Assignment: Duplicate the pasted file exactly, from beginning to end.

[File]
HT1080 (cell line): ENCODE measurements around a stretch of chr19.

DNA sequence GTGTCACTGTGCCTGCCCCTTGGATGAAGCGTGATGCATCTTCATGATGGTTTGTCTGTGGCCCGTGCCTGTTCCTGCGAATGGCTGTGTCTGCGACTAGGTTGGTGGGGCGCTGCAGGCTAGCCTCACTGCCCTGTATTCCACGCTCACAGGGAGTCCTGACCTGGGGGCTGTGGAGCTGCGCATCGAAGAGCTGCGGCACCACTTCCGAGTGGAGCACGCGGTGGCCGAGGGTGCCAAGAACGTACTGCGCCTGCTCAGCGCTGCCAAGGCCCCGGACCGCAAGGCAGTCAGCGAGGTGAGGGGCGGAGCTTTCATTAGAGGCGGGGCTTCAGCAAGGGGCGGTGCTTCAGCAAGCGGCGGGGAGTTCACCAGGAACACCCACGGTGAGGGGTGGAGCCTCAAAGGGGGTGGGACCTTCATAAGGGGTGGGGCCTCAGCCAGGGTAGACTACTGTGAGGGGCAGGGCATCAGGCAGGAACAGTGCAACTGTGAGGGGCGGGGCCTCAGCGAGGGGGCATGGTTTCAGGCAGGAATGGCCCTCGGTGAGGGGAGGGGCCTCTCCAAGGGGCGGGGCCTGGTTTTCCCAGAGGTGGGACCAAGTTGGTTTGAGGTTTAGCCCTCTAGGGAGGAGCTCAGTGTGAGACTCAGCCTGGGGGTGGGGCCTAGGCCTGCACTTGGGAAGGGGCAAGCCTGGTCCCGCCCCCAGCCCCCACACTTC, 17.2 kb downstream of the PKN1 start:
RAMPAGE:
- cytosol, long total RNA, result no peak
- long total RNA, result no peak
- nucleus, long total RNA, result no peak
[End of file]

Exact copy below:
HT1080 (cell line): ENCODE measurements around a stretch of chr19.

DNA sequence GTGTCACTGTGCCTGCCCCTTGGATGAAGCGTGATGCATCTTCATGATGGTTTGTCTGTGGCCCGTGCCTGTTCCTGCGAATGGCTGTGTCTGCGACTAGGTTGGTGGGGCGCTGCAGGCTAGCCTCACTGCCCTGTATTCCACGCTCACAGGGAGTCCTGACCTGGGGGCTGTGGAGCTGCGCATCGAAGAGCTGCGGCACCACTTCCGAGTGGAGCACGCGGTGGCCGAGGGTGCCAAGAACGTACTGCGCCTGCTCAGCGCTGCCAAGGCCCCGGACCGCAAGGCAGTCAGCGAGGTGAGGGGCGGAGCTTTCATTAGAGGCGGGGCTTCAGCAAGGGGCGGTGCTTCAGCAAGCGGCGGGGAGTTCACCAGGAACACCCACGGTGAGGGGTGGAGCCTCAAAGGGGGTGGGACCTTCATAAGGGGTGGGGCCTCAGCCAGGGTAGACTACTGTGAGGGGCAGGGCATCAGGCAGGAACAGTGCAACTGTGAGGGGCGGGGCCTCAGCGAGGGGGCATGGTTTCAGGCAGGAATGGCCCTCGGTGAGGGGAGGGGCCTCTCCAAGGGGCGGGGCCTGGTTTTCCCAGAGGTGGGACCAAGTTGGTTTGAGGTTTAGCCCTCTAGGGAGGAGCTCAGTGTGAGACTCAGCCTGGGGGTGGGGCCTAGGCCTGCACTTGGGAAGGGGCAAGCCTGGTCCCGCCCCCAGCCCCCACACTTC, 17.2 kb downstream of the PKN1 start:
RAMPAGE:
- cytosol, long total RNA, result no peak
- long total RNA, result no peak
- nucleus, long total RNA, result no peak